After a few minutes, I headed back down to the 100 Level. Check out the staircase:
That was the line for Monument Park. Ew.
Meanwhile, the right field seats were as crowded as I’ve ever seen them during BP:
The huge crowd didn’t matter. The Blue Jays only had two groups of hitters, and they all jogged off the field moments later.
Instead of potentially catching three home runs, I had only gotten one ball — and I’d given it away. UGH!! But hey, no problem. I had a Legends ticket, so I was able to eat my sorrows away.
Upon entering the restaurant, I headed straight to the celebrity chef station:
The special treat of the day was chicken buns prepared by a Japanese chef named Ryo Hasegawa from a restaurant called Nobu Fifty Seven. Here’s what they looked like:
So good. And I was just getting started. This was my next plate of food:
When I was about 10 years old, I might have refused to eat that because I *hated* it when different foods touched each other, but now? Bring it on. I kinda like it when foods touch because it creates an interesting combination of flavors. My plate above had the following:
2) grilled onions
3) fried onion rings
4) three kinds of sushi (including salmon and tuna)
5) pasta with shrimp
6) a zeppole
All of this food was free and unlimited. I was very happy. And by the way, I was sitting at the bar. Here’s what it looked like on my right:
Game time was still more than 40 minutes away, so I took a quick peek at the field . . .
. . . and then headed back into the restaurant for dessert. Look at all these options!
I loaded a bunch of stuff on a plate.
On my way back to the seats, I stopped at the Great Wall of Candy . . .
. . . and grabbed a handful of Kit Kat bars:
No, I didn’t eat them. I tossed them in my backpack (and continued to take candy throughout the day).
Then I headed through these doors . . .
. . . and enjoyed my own personal sugar-feast, using the ledge in the cross-aisle as my table:
The mini-cupcakes were bland, but everything else was solid.
Shortly before game time, I headed out to left field and claimed a spot beside the Blue Jays’ bullpen:
I had to press my face against the netting in order to see pitching coach Pete Walker standing behind the pitcher with his back to the wall. He happened to look up at me, so I asked if I could have a baseball.
“After,” he said, motioning toward Drew Hutchison, who was almost done warming up.
Walker kept his promise . . . sort of. He ended up wandering off without tossing me a ball, but evidently he told bullpen coach Bob Stanley to take care of me. Stanley approached me with a ball in his hand and tossed it too short, causing it to hit the netting and plop down near him. The same thing then happened again, and he finally succeeded on the third try. (Blue Jays fans, does it worry you that a man with NO AIM is coaching your pitchers?) Here’s the ball:
I was extra glad to have snagged it because it preserved a streak for me. Ever since the Mets and Yankees opened their new stadiums in 2009, I’ve gotten at least two baseballs at all of my games in New York — 131 games at Citi Field and 118 at Yankee Stadium.
On my way back to the Legends area, I passed a souvenir stand with Jeter balls for sale:
I didn’t ask how much they were, but I’d guess $40.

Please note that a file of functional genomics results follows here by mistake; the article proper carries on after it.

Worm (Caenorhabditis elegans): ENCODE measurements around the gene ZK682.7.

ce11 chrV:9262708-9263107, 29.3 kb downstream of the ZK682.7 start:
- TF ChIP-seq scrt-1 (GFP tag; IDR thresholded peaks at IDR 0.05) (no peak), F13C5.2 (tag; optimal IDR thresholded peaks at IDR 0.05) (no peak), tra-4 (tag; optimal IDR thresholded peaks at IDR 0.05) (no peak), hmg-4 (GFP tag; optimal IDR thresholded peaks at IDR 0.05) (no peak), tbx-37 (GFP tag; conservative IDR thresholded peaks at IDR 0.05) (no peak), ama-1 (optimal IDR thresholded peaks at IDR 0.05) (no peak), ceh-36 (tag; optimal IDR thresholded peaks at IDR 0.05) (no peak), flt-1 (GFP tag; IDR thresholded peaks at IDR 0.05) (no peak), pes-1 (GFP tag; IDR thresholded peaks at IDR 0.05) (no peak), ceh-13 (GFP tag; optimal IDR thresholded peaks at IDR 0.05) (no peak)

This was my view for the first pitch of the game:
Masahiro Tanaka was making his first start in more than two months. Here he is delivering a pitch to Jose Bautista in the top of the 1st inning:
Jose Reyes had led off with a line-drive single to left field, and Bautista followed by beating the shift with a routine grounder through the right side. It looked like Tanaka was in trouble. I wondered if his partially torn elbow ligament might still be causing issues, but then he got Edwin Encarnacion to ground into a double play and struck out Dioner Navarro on three pitches. The double play had given the Blue Jays a 1-0 lead, but it was the only run that Tanaka surrendered for the rest of the game.
This was my view for Derek Jeter’s at-bat in the bottom of the 1st:
After that, I made sure to be IN a seat whenever he stepped up to the plate.
For the first two innings, I didn’t come close to any 3rd-out balls. There were several little kids sitting near the dugouts, and I also had to deal with this guy standing on my right:
Did you notice what he was holding? Here’s a closer look:
You see? I’m not the only person who uses that trick. I just happen to be the one who gets all the crap for it.
When Chase Headley struck out to end the 3rd inning, this other fan beat me down the steps behind the home-plate end of the Blue Jays’ dugout and then tried to box me out. He stood on my right, and as Jays catcher Dioner Navarro walked toward us from the right, this guy leaned way out in front of me to basically block me from even being seen. I responded by leaning far to my left and reaching all the way out with my glove to give Navarro a target. It also helped that the other fan was still wearing his Yankees jersey (duh) and that I asked for the ball in Spanish. To my delight, Navarro tossed the ball to me perfectly, just beyond the other fan’s reach so that I was able to catch it uncontested.
Here’s the ball:
Here’s another photo of the ball that I took a little while later:
As you can see, the ball was protected in a Ziploc bag, and my backpack was filled with candy. Right after I zipped up my bag, a police officer walked over and asked what I had in there.
“Uhh, just some candy,” I said nervously. Was I about to be ejected for having taken too much of it?
“Mind if I take a look at it?” he asked.
“Well, okay, but I’m kind of embarrassed because there’s a lot of it. I’m really sorry about that.”
“If it’s only candy,” he said, “then you have nothing to worry about. Now can you please open your bag for me?”